Privacy and disclaimer - Data Protection

Our Data Protection Statement reads:

Data Protection Statement

Oxford City Council has registrations under the Data Protection Act 1998 to allow it to hold and process personal data for a range of purposes. Details of these purposes can be obtained from the Council and are also displayed on the Information Commissioner's website.

Any views, information, questions or feedback given by you or another viewer as to the content of this web site will be considered not to be confidential and may be disclosed, reproduced and used by Oxford City Council to further develop its services.

This site provides links to other web sites. Oxford City Council has no control over these sites and cannot give any guarantees as to how any information provided on such sites is used.

If you provide your email address to Oxford City Council we may use it to contact you from time to time and to conduct surveys and collect feedback on our services.

All information on this site is provided by Oxford City Council in good faith based upon the best information available to the Council at the time it is published. Although every effort is made to keep information up to date please make contact with the relevant department of the Council to check the information where this is important to you. Oxford City Council accepts no responsibility for any loss which results from reliance upon the contents of the site.

No mention of any organisation, company or individual in these pages or in pages to which they are linked shall imply any approval or warranty as to the standing and capability of any such organisations, companies or individuals on the part of Oxford City Council.

Oxford City Council does not approve or endorse the content of or any site accessed by links to this site and will not have any liability in connection with any of them.

All text and graphics on this site including the arrangement and presentation of materials are subject to the copyright of Oxford City Council unless otherwise stated.

Permission is granted to download and print materials from this website for the purposes of viewing, reading and retaining it for reference.

Applications for permission to use this copyright material including the Oxford City Council logo and any photographs, pictures, maps etc. must be made to Oxford City Council.


A cookie is a small file that can be placed on your computer's hard disk through your web browser. Cookies can be used to compile anonymous statistics or to enable us to recognise you when you visit the site to tailor the service you receive. You do not have to allow cookies to be placed on your machine. You can set your browser to notify you before receiving a cookie so that you can decide whether to accept it or you can refuse all cookies although this can adversely affect the operation of some web sites. Refusing to accept a cookie will not stop you using Oxford City Council's website.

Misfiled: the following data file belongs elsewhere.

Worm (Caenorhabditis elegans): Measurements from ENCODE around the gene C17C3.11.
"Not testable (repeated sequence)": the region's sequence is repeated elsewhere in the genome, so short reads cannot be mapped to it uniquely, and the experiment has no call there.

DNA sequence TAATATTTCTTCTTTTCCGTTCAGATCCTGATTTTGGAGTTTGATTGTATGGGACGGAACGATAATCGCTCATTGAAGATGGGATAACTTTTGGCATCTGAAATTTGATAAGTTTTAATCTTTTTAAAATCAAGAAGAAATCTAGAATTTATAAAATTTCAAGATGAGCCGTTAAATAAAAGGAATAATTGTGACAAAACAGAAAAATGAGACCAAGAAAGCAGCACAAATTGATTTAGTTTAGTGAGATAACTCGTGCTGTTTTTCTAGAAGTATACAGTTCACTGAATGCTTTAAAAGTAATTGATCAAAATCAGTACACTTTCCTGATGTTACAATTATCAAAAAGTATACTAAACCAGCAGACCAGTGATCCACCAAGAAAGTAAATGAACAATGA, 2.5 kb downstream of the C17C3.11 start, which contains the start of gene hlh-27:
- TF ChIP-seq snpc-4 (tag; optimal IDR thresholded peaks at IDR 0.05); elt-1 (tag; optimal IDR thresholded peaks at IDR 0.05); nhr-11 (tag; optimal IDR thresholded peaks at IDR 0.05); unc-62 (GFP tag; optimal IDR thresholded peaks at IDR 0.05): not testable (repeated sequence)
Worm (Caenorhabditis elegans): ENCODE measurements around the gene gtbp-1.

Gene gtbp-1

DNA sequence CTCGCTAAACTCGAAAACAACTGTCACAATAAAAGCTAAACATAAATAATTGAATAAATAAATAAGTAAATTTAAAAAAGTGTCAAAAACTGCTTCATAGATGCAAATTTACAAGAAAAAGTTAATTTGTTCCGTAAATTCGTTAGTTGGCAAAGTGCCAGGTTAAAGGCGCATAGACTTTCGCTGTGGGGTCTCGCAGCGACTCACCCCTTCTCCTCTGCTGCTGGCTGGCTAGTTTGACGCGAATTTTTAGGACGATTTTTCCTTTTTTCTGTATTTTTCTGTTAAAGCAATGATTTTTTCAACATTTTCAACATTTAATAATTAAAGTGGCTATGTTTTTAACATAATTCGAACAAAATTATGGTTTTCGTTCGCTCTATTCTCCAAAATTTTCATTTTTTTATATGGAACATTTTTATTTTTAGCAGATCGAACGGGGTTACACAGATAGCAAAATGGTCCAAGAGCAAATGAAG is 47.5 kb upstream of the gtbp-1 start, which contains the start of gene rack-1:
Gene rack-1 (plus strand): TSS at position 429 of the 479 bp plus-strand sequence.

We are reviewing all the cookie type files used on our website. Once we have this information we will devise a method to make it possible for you to choose whether or not to accept non-essential cookies, in line with new legislation which will be enforced from May 2012.

Data Protection Policy

Oxford City Council needs to collect and use certain types of information about people with whom it deals in order to operate. These include current, past and prospective employees, suppliers, clients/customers, and others with whom it communicates. In addition, it may occasionally be required by law to collect and use certain types of information of this kind to comply with the requirements of government departments for business data, for example. This personal information must be dealt with properly however it is collected, recorded and used - whether on paper, in a computer, or recorded on other material - and there are safeguards to ensure this in the Data Protection Act 1998. (Personal information is data which relates to a living individual who can be identified from the data).

We regard the lawful and correct treatment of personal information by Oxford City Council as very important to successful operations, and to maintaining confidence between those with whom we deal and ourselves. We ensure that our organization treats personal information lawfully and correctly.

To this end we fully endorse and adhere to the principles of data protection, as enumerated in the Data Protection Act 1998.

Specifically, the Principles require that personal information:

a) shall be processed fairly and lawfully and, in particular, shall not be processed unless specific conditions are met;
b) shall be obtained only for one or more specified and lawful purposes, and shall not be further processed in any manner incompatible with that purpose or those purposes;